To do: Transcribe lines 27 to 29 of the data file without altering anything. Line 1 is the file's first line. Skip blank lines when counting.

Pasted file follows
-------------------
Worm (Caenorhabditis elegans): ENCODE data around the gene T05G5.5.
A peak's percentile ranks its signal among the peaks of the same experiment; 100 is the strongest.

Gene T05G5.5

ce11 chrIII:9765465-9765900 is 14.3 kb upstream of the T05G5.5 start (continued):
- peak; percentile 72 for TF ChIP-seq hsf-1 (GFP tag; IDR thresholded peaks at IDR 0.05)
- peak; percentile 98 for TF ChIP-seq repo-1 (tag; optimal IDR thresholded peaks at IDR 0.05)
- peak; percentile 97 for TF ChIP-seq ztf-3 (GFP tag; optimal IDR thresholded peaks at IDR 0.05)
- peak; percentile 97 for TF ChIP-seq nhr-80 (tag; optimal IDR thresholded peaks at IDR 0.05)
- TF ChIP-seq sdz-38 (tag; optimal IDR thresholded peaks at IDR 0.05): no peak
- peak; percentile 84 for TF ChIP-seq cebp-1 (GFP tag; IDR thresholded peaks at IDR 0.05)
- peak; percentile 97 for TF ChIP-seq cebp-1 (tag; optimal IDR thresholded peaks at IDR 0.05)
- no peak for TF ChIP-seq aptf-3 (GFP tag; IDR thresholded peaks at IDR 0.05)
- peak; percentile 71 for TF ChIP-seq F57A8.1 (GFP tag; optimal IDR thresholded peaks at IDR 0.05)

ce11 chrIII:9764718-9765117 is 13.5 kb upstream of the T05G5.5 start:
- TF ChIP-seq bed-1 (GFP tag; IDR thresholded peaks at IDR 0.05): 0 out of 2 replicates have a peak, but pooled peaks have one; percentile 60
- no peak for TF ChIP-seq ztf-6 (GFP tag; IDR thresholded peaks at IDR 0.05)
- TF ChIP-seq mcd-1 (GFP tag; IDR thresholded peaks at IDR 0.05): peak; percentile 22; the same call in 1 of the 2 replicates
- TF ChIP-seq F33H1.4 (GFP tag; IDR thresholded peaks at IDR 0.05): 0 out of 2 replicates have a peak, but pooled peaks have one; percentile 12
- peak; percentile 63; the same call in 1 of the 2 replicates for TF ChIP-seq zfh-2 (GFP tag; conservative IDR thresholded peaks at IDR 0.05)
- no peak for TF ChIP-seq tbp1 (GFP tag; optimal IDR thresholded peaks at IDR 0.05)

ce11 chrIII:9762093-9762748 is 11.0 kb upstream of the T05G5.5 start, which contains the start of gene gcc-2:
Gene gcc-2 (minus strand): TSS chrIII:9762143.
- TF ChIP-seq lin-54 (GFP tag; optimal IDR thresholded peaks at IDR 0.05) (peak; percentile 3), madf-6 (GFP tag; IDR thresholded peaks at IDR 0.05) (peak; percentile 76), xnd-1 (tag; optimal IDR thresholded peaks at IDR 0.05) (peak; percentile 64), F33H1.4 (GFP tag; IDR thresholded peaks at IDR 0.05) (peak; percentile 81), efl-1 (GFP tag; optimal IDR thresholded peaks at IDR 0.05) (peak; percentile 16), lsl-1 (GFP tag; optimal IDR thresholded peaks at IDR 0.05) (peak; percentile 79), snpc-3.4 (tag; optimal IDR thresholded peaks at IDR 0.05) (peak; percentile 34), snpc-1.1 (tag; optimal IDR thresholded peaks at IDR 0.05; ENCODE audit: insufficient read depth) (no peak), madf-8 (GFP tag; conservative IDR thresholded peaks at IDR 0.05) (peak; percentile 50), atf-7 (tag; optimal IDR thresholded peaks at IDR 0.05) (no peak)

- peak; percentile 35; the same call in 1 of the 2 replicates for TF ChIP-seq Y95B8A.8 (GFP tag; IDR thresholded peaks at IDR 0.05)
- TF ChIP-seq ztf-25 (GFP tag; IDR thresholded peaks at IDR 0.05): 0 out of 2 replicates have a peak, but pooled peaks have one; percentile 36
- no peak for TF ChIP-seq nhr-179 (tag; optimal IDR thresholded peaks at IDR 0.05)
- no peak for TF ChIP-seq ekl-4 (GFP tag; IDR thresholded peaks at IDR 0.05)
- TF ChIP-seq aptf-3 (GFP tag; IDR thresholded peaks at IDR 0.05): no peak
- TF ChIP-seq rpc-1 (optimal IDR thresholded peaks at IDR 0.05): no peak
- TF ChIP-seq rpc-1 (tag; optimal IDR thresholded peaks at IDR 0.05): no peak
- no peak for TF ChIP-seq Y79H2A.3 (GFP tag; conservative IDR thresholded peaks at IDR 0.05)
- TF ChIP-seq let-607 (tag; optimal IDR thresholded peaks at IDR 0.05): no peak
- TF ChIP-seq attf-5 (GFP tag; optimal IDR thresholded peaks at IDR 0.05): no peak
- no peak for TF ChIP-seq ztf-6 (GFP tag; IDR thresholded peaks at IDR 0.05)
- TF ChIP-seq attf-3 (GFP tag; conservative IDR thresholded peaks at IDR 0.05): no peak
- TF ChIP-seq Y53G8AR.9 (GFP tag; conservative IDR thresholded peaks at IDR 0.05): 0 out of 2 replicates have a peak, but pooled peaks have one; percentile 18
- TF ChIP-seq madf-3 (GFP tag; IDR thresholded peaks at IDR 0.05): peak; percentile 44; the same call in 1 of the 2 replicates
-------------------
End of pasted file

- no peak for TF ChIP-seq ekl-4 (GFP tag; IDR thresholded peaks at IDR 0.05)
- TF ChIP-seq aptf-3 (GFP tag; IDR thresholded peaks at IDR 0.05): no peak
- TF ChIP-seq rpc-1 (optimal IDR thresholded peaks at IDR 0.05): no peak